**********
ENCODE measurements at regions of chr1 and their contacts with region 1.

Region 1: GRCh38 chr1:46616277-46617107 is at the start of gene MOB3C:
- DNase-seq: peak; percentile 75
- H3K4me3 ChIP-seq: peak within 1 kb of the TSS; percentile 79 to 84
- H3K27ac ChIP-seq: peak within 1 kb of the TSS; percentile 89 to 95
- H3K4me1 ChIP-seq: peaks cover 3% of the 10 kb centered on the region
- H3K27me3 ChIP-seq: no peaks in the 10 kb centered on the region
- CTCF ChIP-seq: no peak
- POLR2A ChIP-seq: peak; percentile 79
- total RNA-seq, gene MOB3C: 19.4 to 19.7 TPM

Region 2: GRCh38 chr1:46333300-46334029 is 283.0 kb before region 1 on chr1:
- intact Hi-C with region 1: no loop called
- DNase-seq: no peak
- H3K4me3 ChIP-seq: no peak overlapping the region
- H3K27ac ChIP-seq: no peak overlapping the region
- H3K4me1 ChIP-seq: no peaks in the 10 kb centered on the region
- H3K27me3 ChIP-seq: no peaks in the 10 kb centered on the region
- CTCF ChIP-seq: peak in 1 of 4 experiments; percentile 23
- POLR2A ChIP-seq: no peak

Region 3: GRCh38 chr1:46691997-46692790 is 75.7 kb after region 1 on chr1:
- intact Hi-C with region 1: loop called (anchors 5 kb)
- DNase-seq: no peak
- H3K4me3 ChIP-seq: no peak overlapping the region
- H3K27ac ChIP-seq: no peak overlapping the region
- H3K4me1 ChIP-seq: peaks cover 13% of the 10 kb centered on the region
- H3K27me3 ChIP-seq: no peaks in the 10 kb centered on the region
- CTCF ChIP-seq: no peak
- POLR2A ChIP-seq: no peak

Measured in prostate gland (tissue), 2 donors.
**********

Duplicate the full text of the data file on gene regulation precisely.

ENCODE measurements at regions of chr1 and their contacts with region 1.

Region 1: GRCh38 chr1:46616277-46617107 is at the start of gene MOB3C:
- DNase-seq: peak; percentile 75
- H3K4me3 ChIP-seq: peak within 1 kb of the TSS; percentile 79 to 84
- H3K27ac ChIP-seq: peak within 1 kb of the TSS; percentile 89 to 95
- H3K4me1 ChIP-seq: peaks cover 3% of the 10 kb centered on the region
- H3K27me3 ChIP-seq: no peaks in the 10 kb centered on the region
- CTCF ChIP-seq: no peak
- POLR2A ChIP-seq: peak; percentile 79
- total RNA-seq, gene MOB3C: 19.4 to 19.7 TPM

Region 2: GRCh38 chr1:46333300-46334029 is 283.0 kb before region 1 on chr1:
- intact Hi-C with region 1: no loop called
- DNase-seq: no peak
- H3K4me3 ChIP-seq: no peak overlapping the region
- H3K27ac ChIP-seq: no peak overlapping the region
- H3K4me1 ChIP-seq: no peaks in the 10 kb centered on the region
- H3K27me3 ChIP-seq: no peaks in the 10 kb centered on the region
- CTCF ChIP-seq: peak in 1 of 4 experiments; percentile 23
- POLR2A ChIP-seq: no peak

Region 3: GRCh38 chr1:46691997-46692790 is 75.7 kb after region 1 on chr1:
- intact Hi-C with region 1: loop called (anchors 5 kb)
- DNase-seq: no peak
- H3K4me3 ChIP-seq: no peak overlapping the region
- H3K27ac ChIP-seq: no peak overlapping the region
- H3K4me1 ChIP-seq: peaks cover 13% of the 10 kb centered on the region
- H3K27me3 ChIP-seq: no peaks in the 10 kb centered on the region
- CTCF ChIP-seq: no peak
- POLR2A ChIP-seq: no peak

Measured in prostate gland (tissue), 2 donors.